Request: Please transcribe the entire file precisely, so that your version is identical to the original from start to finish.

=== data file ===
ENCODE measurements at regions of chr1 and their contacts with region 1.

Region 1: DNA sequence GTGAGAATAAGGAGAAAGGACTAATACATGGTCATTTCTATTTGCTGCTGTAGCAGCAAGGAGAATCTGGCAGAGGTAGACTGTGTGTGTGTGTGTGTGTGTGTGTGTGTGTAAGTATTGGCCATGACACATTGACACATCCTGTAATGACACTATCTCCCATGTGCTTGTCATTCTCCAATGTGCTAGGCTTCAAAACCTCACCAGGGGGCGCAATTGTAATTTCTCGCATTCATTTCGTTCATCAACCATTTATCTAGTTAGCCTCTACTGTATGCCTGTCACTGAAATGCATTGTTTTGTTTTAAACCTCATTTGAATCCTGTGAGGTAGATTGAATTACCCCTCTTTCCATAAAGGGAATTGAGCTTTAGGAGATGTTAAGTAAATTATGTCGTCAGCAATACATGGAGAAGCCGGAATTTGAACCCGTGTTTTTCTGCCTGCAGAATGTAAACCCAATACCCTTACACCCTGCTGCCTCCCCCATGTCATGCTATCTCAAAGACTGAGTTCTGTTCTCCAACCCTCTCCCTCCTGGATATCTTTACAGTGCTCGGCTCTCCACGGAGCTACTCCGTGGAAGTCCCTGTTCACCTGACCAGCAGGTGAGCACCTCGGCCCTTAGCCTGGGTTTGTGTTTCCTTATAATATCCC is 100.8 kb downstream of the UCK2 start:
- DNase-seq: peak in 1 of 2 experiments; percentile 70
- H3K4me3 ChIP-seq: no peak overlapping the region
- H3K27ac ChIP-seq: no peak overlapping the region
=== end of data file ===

ENCODE measurements at regions of chr1 and their contacts with region 1.

Region 1: DNA sequence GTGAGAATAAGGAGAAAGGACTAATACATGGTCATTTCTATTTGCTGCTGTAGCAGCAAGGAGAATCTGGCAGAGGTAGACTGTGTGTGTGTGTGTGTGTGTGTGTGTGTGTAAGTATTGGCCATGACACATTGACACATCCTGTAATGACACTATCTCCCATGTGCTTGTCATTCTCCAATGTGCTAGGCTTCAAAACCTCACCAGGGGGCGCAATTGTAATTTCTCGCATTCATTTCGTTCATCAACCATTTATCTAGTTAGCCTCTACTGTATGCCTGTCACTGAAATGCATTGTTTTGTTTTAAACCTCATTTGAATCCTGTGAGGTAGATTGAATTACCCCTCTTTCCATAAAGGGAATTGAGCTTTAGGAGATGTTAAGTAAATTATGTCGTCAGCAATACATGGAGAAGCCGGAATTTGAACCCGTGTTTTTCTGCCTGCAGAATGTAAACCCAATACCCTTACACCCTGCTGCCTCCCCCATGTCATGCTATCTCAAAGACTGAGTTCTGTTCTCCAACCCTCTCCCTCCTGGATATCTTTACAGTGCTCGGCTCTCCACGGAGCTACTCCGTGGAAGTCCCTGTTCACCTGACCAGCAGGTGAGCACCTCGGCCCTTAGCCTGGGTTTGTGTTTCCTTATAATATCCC is 100.8 kb downstream of the UCK2 start:
- DNase-seq: peak in 1 of 2 experiments; percentile 70
- H3K4me3 ChIP-seq: no peak overlapping the region
- H3K27ac ChIP-seq: no peak overlapping the region